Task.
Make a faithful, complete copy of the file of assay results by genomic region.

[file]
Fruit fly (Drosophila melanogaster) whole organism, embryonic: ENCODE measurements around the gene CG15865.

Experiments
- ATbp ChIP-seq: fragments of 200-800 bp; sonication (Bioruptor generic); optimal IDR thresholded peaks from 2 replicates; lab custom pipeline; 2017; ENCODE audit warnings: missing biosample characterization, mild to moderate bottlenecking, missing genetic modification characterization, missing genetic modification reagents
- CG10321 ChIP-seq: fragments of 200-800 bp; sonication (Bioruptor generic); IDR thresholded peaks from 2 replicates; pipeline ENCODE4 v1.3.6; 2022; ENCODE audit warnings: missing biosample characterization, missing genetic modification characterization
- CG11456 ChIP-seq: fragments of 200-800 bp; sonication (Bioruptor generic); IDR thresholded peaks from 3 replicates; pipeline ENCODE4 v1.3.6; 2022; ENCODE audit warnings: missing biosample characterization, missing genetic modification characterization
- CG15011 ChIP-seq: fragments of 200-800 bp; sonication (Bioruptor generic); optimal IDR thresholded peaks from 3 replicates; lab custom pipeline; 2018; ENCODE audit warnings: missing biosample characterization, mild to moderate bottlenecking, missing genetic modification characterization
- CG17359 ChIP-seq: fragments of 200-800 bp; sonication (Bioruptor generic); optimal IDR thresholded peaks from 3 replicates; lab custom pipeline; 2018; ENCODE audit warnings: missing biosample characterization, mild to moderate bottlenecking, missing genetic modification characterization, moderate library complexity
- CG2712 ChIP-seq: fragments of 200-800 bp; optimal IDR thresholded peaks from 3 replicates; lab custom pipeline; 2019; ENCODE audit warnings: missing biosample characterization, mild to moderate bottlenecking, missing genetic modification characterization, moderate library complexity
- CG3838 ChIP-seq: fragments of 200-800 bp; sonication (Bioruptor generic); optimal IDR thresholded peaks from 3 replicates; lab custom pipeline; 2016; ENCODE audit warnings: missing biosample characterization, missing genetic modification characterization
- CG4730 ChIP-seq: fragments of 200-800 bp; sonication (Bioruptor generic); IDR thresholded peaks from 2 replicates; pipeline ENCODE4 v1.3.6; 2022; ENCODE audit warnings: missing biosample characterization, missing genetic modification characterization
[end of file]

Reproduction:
Fruit fly (Drosophila melanogaster) whole organism, embryonic: ENCODE measurements around the gene CG15865.

Experiments
- ATbp ChIP-seq: fragments of 200-800 bp; sonication (Bioruptor generic); optimal IDR thresholded peaks from 2 replicates; lab custom pipeline; 2017; ENCODE audit warnings: missing biosample characterization, mild to moderate bottlenecking, missing genetic modification characterization, missing genetic modification reagents
- CG10321 ChIP-seq: fragments of 200-800 bp; sonication (Bioruptor generic); IDR thresholded peaks from 2 replicates; pipeline ENCODE4 v1.3.6; 2022; ENCODE audit warnings: missing biosample characterization, missing genetic modification characterization
- CG11456 ChIP-seq: fragments of 200-800 bp; sonication (Bioruptor generic); IDR thresholded peaks from 3 replicates; pipeline ENCODE4 v1.3.6; 2022; ENCODE audit warnings: missing biosample characterization, missing genetic modification characterization
- CG15011 ChIP-seq: fragments of 200-800 bp; sonication (Bioruptor generic); optimal IDR thresholded peaks from 3 replicates; lab custom pipeline; 2018; ENCODE audit warnings: missing biosample characterization, mild to moderate bottlenecking, missing genetic modification characterization
- CG17359 ChIP-seq: fragments of 200-800 bp; sonication (Bioruptor generic); optimal IDR thresholded peaks from 3 replicates; lab custom pipeline; 2018; ENCODE audit warnings: missing biosample characterization, mild to moderate bottlenecking, missing genetic modification characterization, moderate library complexity
- CG2712 ChIP-seq: fragments of 200-800 bp; optimal IDR thresholded peaks from 3 replicates; lab custom pipeline; 2019; ENCODE audit warnings: missing biosample characterization, mild to moderate bottlenecking, missing genetic modification characterization, moderate library complexity
- CG3838 ChIP-seq: fragments of 200-800 bp; sonication (Bioruptor generic); optimal IDR thresholded peaks from 3 replicates; lab custom pipeline; 2016; ENCODE audit warnings: missing biosample characterization, missing genetic modification characterization
- CG4730 ChIP-seq: fragments of 200-800 bp; sonication (Bioruptor generic); IDR thresholded peaks from 2 replicates; pipeline ENCODE4 v1.3.6; 2022; ENCODE audit warnings: missing biosample characterization, missing genetic modification characterization